Earlier today, we were saved by a bad cup of coffee. Really bad. It was weak when I like it strong, it was milky and insipid-looking and it had no personality. What’s worse is that it was made without love. I could taste the lack. And yet it was that which distanced us from being at the scene of a brutal stabbing.
We arrived in Israel on vacation yesterday. We had made the decision to be vigilant without being paranoid and to make sure that our children were aware of the situation without it playing a dominant role for the period that we visit the country. Yesterday, we were successful; today we were not.
We spent a wonderful morning at Mamilla. We had been out for a superb breakfast where sat outside in the glorious Jerusalem winter sun and relished the moment of simply being in the city that is the centre of the Jewish world. We had taken advantage of the sales and the “2 for 1″ specials that I never seem to understand and that always cost me more and not less. And then, with kids starting to tire, we decided to walk into the Old City through the Jewish Quarter and down to the Kotel. It was undoubtedly going to be a poor parenting decision when they were already fatigued, and was another example of the triumph of optimism over experience. There were going to be complaints of sore feet but we would deal with that.
We were on our way towards the end of the Mall, where one climbs the steps to the Yafo Gate when I remembered that I needed a coffee. It had after all been around an hour or so I was well overdue. The last coffee place of the mall seemed as good a place as any and my wife ran inside to order whilst I stayed outside with the family. She came out irritated at the poor service, which was only rivalled by the poor coffee and we laughed about it as we quickly drank up ahead of our walk.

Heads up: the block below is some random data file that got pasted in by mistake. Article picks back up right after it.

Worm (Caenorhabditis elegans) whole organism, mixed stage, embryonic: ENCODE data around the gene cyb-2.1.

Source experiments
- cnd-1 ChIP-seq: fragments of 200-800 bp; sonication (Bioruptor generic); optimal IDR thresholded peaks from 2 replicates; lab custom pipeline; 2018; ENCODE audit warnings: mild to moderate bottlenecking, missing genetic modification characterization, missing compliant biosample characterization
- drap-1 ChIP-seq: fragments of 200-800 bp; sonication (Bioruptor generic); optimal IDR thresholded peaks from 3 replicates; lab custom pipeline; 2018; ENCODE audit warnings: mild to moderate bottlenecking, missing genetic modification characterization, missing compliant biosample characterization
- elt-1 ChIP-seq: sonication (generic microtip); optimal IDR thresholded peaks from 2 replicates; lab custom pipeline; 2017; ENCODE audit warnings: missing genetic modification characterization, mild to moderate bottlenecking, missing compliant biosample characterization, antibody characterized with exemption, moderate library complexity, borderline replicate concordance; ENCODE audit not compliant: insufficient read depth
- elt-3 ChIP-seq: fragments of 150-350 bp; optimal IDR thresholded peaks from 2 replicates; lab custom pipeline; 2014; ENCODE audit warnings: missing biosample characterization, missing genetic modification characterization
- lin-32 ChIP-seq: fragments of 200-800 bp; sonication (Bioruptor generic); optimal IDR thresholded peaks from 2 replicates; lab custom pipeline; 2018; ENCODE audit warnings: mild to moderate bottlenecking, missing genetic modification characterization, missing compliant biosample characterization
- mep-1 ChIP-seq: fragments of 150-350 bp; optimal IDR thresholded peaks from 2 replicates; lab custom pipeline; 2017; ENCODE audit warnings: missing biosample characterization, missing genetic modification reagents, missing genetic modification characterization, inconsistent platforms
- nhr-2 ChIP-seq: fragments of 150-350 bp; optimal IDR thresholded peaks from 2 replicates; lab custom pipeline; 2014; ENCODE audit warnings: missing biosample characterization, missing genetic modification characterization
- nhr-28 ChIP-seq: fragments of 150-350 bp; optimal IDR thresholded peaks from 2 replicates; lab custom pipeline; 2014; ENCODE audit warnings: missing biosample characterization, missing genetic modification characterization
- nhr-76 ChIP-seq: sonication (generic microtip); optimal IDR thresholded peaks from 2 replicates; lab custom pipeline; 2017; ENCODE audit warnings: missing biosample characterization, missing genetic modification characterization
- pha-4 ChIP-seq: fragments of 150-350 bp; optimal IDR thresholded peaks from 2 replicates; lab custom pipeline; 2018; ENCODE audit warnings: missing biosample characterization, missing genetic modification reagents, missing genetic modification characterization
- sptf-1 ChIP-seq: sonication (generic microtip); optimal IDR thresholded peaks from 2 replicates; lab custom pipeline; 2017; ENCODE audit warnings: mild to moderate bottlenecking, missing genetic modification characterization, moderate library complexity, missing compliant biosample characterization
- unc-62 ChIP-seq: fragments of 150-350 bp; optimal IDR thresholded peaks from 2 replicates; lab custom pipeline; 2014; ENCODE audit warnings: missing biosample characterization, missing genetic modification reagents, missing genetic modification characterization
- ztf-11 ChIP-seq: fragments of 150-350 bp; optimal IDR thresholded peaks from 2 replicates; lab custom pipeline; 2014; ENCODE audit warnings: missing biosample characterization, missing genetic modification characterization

We were about to head off when we heard the shots. They were close and they were loud and I had no doubt as to what had just happened. I exchanged glances with my wife and we went into a silent communication as to how to handle the situation. There was a pause, there was silence and then a commotion. Almost immediately we heard the sirens in the background and people started to run. Not away from the scene but towards it.
Shopkeepers became soldiers. Everyone was suddenly armed and the mall sprang into action. No one ran away but everyone ran towards. That was the most overwhelming impression. In a second everyone had a job to do and no one wasted time in doing it. A solitary woman who was sobbing and who had clearly been at ground zero hurried away from the scene was comforted by strangers who held her and who consoled her. She was shaking and overwhelmed, but she wasn’t alone.
And we did the same. My son of 14 was with us. “Come Judah!” I said, and we too took the 50 steps towards the scene. I had a sense that we needed to be part of the collective, almost like one becomes part of a minyan, which is essentially the creation of community. And I needed my son to be with me.
The scene was one of efficient chaos. There was more blood than I could have imagined and more “weaponised” people than I would have thought possible. The one terrorist was clearly dead and the other was being restrained. A victim was being cared for and then lifted on a stretcher, his “payot” falling loosely and defining the demographic. This was the moment that made it real for Judah. That terror doesn’t play favourites.
Traffic was at a standstill and people were shouting instructions. Undercover police with faces covered scoured the scene while frantic passersby tried to determine if they knew the victims and what their status was. If there was still danger we didn’t feel it but we were overwhelmed by the stark reality of the situation, how close we were to the danger and how a poor cup of coffee separated us from being at exactly that spot at the time of the stabbing. The “What ifs” are overwhelming and I have no idea whether to allow my mind to go there or not.
I tried to place a distance between the scene and myself by taking photos with my phone. And I could see that others were doing the same. It didn’t work. A friend called to see if I was ok and asked if I wanted to come out of Jerusalem to get away from the tension. I said I was not all right but I didn’t want to leave. On the contrary, this is exactly where I wanted to be.
We left the mall sometime later. We gathered our shopping bags that now felt worthless and shallow. No one complained about the walk home but every passer by was viewed with suspicion.
And indeed we will go to the Kotel later today where I will thank God for the worst and the best coffee I have ever had.
This article first appeared at Times of Israel.